Community Blog: Halo: Reach Beta Info

Crimson Relic Posted by: Crimson Relic Apr 3, 2010 | 3 comments
Tagged: beta Bungie Halo halo-reach xbox-360
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Juicy tidbits gathered from around the net that YOU need to know for the Halo: Reach beta.

In Reach, Elites are bigger, they’re faster, and they boast better shield technology than their Spartan counterparts.

Size matters. And when we say Elites are faster, we mean it. Natively, Elites walk at the same pace a Spartan runs at full sprint - Add Evade into the mix, and they’re easily the most agile combatants on the battlefield in multiplayer.

Unlike Spartans, their health is not limited to recharging in thirds as their vitality is whittled away in stages, but will recharge fully without even the need for a health pack. Their health also recharges faster, as do their shields. Significantly faster.

So, how are we gonna work them into multiplayer? Well, in a number of ways. In some circumstances, like Arena, you’ll only square off Spartan vs. Spartan or Elite vs. Elite. In others, well…stay tuned.


Evade is an Elite-only Armor Abilitiy, it's the barrel roll seen in the vidoc. (As I suspected. I wonder if there are any other Elite specific abilities...)

Armor Lock is a small portable shield that surrounds the player, giving him a short invincibility, and delivering an EMP blast.

Active Camo is like AC from H1/2/3, but it also works as a Radar Jammer. I'll jam the radars of other players, friendlies, enemies, and your own.

And then, there's Jet Pack.

I think you understand how this works. Holding down a button will enable players to fly up in the air for short amounts of time.

All these AA need energy to be used. A gauge is shown in the HUD, when it's empty, there's no more energy, and you'll need to wait a short amount of time for it to be full again.

None of the AAs are blocked, all are available from the get-go. Playing SP or MP will influence which AAs you can use, and how you pick them. In SP, AAs are available before starting the mission, or can then be picked up during the mission. In MP, players choose before the game (or before respawning) their specific Load Out. Each Load Out offers a different weapon/AA. (This indicates Bungie will not let players create and save their own loadouts, I suppose to prevent abuse of certain combinations.)

Jetpacks will be featured in certain parts of the campaign, but not in all of it. Different AAs will be available in different levels, depending on what the mission needs. In MP, the AAs available for the Load Outs will be set by the gametype/map. Jetpacks will be in the beta. In the full game, players will be able to enable/disable Jetpacks in Custom Games.

Loadouts:

At the beginning of each match or round, and again every time you wait out your respawn window, you are given the option of choosing a Load Out.

Load Outs are not player created or defined, but rather playlist and/or game type specific. Essentially, they allow you to choose your Armor Ability, your starting primary and secondary weapons, and your grenade cache on the fly.

For some playlists, that might mean every Load Out features the same weapon sets with only the Armor Abilities to distinguish them. For others, it might mean that as the game goes on, you’ll have access to more and more choices based on a number of factors we can fiddle with.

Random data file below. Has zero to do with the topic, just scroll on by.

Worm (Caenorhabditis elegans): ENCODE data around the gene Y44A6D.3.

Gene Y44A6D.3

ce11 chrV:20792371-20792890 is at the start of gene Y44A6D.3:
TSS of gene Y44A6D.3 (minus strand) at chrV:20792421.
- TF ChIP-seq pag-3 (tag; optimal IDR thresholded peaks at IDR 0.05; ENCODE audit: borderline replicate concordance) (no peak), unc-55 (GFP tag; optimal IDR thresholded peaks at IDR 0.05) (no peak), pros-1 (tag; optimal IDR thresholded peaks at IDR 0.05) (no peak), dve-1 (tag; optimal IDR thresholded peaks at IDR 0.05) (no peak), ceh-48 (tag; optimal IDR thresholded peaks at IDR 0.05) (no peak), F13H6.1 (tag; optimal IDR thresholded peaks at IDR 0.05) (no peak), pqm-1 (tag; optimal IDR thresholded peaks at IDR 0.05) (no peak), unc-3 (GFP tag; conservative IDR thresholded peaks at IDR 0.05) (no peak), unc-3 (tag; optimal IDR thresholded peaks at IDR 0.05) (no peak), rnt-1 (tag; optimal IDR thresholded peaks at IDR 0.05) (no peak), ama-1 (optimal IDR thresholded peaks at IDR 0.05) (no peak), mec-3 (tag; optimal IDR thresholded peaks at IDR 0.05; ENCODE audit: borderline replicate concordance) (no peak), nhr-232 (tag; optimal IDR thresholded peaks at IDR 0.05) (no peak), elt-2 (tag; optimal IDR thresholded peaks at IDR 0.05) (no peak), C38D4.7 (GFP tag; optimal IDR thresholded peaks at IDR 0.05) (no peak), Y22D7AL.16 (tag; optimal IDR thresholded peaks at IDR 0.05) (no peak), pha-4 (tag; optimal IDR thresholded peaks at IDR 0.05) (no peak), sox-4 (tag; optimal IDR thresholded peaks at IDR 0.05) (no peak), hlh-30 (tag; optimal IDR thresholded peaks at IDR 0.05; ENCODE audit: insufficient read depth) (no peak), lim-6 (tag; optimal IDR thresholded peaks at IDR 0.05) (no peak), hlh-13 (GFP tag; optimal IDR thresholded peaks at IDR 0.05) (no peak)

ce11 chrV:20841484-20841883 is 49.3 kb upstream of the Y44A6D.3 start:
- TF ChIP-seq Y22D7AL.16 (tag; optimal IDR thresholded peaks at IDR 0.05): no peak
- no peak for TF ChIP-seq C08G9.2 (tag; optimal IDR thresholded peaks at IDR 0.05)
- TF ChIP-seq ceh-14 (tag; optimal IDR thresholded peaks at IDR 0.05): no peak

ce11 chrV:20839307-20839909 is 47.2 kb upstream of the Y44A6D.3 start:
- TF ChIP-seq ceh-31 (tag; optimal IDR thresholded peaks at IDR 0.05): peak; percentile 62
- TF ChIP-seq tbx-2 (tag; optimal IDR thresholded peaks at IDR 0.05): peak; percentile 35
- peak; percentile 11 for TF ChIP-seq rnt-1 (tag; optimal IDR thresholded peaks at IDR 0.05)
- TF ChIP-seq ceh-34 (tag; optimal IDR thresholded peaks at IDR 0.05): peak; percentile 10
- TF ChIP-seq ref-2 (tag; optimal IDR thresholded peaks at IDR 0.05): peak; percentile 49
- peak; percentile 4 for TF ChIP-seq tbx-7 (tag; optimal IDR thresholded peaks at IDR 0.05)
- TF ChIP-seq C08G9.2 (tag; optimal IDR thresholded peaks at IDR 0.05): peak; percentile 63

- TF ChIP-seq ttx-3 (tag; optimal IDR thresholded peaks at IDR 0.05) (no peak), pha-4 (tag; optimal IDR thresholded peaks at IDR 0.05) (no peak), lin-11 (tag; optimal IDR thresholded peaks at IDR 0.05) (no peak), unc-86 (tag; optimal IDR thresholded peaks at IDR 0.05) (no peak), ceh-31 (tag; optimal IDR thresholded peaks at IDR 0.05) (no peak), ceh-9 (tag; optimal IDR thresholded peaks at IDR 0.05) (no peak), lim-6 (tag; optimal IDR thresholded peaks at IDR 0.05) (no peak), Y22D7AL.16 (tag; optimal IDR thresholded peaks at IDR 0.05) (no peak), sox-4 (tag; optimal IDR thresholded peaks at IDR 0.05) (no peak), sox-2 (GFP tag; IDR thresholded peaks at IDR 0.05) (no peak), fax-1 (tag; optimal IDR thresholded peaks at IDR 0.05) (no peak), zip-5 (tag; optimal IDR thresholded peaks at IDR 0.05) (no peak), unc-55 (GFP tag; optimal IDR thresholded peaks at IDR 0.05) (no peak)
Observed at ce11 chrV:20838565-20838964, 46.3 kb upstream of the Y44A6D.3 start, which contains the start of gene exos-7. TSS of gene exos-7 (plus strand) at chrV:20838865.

That's just one example to the right. Many gametypes will feature more uniformity in the initial selection.

What it doesn’t mean is that you will be creating your own custom Load Out to bring into Matchmaking. You’ll be choosing from our prefabricated offerings, based on what’s best suited for each gametype.

Don’t worry about power weapons being available right from the start, either. In most cases, you’ll still be finding those distributed via a number of methods throughout the battlefield, though if circumstance warrants it, we certainly can start you with, say, the Rocket Launcher.

And, of course, you can still loot the corpses of your fallen foes and you’ll still find sweet stashes of weapons strewn carelessly about the map for you to find and acquire.

Interview:

One new weapon we’ve yet to really talk about is the focus rifle. This is the Covenant really long-range “reach out and burn your face off” sniper-slot weapon. We didn’t want to make just another sniper rifle, but we did want to fulfill that type of role so we made the focus rifle that utilizes a slightly different, “tracking” skillset. It’s not an instant kill weapon, it does significant damage, but you need to hold it on your opponent for approximately one and a half seconds to kill them. It’s more about long range suppression than instant death, but it still falls into the category of pseudo “power weapon” so it won’t be all over the map or included in load-outs.

HAMRICK: The focus rifle is probably the most frightening weapon to be attacked with in the entire game. It’s definitely the one I’ll be watching closest in the beta and we’re still tuning it.

MERRILL: The plasma launcher is the Covenant’s answer to the rocket launcher and Spartan laser all rolled into one. It’s primarily designed as an anti-vehicle weapon but it’s still quite effective against infantry. It charges then fires up to four super-heated plasma rounds that all track against bipeds and vehicles. It’s not actually firing plasma grenades, but the rounds do have a similar delay time from when they stick to the target and eventually explode. There’s a delay that leads to some really spectacular chain-reactions as well as quite a few “from the grave” medals.

HAMRICK: My favorite part of the plasma launcher is the delayed explosion for each round and the resulting chain reaction.